All Vermont fourth graders can get a free Christmas tree cut from national forest land
RUTLAND – Gov. Peter Shumlin announced Monday, Nov. 23, that for the first time in Vermont history, the State House Christmas tree will come from federally managed land within the 400,000-acre Green Mountain National Forest (GMNF). The 32-foot balsam fir was scheduled to be harvested Tuesday on public land in Hancock, Vt., from a wildlife habitat management area.
“This is a wonderful opportunity for the state of Vermont to partner with the U.S. Forest Service, which works incredibly hard to promote and provide diverse recreational opportunities to Vermonters and those visiting our great state,” said Shumlin.
The GMNF is one of the most heavily recreated national forests in the nation, attracting 3–4 million visitors annually.
“This is a special time of year and we are very proud of our ongoing relationship with the employees of the Green Mountain National Forest. I find it quite fitting that this year, the public’s tree has come from public land,” Shumlin concluded.
A tree lighting ceremony will be held Dec. 1 at 4:30 p.m. on the State House steps in Montpelier. The event is open to the public. There will be remarks from Governor Shumlin, a certificate of appreciation presentation, the official tree lighting and refreshments in the State House lobby.
“We are honored to be able to provide the Vermont State House Christmas tree this year,” said John Sinclair, Forest Supervisor for the Green Mountain National Forest. “A lot of people come in to purchase Christmas tree permits from us each year, but this tree is a gift to the people of Vermont and it symbolizes our collective state and federal commitment to the conservation of Vermont’s natural resources,” Sinclair added.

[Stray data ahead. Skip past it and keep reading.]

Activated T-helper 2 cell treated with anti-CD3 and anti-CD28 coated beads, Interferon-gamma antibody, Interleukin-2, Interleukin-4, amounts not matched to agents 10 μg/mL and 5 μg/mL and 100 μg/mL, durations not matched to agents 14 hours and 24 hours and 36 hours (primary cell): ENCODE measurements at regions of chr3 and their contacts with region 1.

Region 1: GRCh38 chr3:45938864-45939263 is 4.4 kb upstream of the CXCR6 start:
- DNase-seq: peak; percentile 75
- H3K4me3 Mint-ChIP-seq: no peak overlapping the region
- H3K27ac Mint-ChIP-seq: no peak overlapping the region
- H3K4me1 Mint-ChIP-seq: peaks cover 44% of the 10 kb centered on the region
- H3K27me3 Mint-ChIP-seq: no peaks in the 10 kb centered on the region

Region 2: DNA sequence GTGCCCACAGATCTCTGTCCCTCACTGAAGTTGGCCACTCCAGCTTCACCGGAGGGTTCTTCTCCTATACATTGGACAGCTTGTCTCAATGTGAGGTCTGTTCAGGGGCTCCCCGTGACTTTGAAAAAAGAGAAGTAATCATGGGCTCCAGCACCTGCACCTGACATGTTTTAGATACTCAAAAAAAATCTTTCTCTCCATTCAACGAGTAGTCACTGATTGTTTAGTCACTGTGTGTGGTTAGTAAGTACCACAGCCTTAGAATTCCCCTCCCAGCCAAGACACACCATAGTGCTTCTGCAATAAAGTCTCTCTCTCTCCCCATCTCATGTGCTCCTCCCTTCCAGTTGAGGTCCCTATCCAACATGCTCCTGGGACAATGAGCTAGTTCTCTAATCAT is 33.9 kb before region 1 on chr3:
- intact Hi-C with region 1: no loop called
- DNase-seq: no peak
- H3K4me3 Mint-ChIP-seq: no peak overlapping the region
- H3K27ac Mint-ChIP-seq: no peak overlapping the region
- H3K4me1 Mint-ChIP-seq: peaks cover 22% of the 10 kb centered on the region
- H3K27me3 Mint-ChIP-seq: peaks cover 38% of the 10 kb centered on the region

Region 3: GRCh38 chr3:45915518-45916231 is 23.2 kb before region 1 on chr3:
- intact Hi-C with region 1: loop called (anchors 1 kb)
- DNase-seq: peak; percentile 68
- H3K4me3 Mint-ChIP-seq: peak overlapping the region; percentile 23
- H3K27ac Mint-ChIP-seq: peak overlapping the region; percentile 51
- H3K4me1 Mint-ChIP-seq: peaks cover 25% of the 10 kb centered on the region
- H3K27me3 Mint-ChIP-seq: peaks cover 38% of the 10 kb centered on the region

The U.S. Forest Service offers Christmas tree removal permits to the general public for five dollars each. This year, all fourth graders can take advantage of the Every Kid in a Park Initiative and get a free Christmas tree voucher (www.nationalparks.org/ook/every-kid-in-a-park.) Fourth graders that present a printed copy of the voucher may redeem it for an EKIP Pass and a Christmas tree removal permit at one of the U.S. Forest offices listed below. This is a one-time opportunity to cut down a Christmas tree on national forest land during the 2015 holiday season. Christmas trees for personal use may be cut on the Green Mountain National Forest, subject to the following conditions:
A “Christmas tree removal” permit must be purchased at one of the Forest Service offices located in Rutland, Middlebury, Manchester Center or Rochester, Vt.
The permit must be attached to the tree before transporting it from the site where it was cut.
The permit holder is responsible for knowing that the tree comes from Forest Service land. Maps are available when you purchase your permit.
Trees more than 20-feet tall are not designated for cutting by the permit.
The height of the tree stump left after a tree has been cut should be 6 inches or less above the soil.
Christmas trees shall not be cut in active timber sales, wilderness areas, campgrounds, picnic areas, or within 25 feet of any Forest Service, town or state maintained road.
Only one Christmas tree removal permit will be issued per household per year.
Permits are not refundable.
Trees obtained under the Christmas tree removal permit may not be resold.
The U.S. Forest Service manages 193 million acres of public land, provides assistance to state and private landowners, and maintains the largest forestry research organization in the world. Public lands the Forest Service manages contribute more than $13 billion to the economy each year through visitor spending alone. Those same lands provide 20 percent of the nation’s clean water supply, a value estimated at $7.2 billion per year. For more information, visit www.fs.usda.gov/.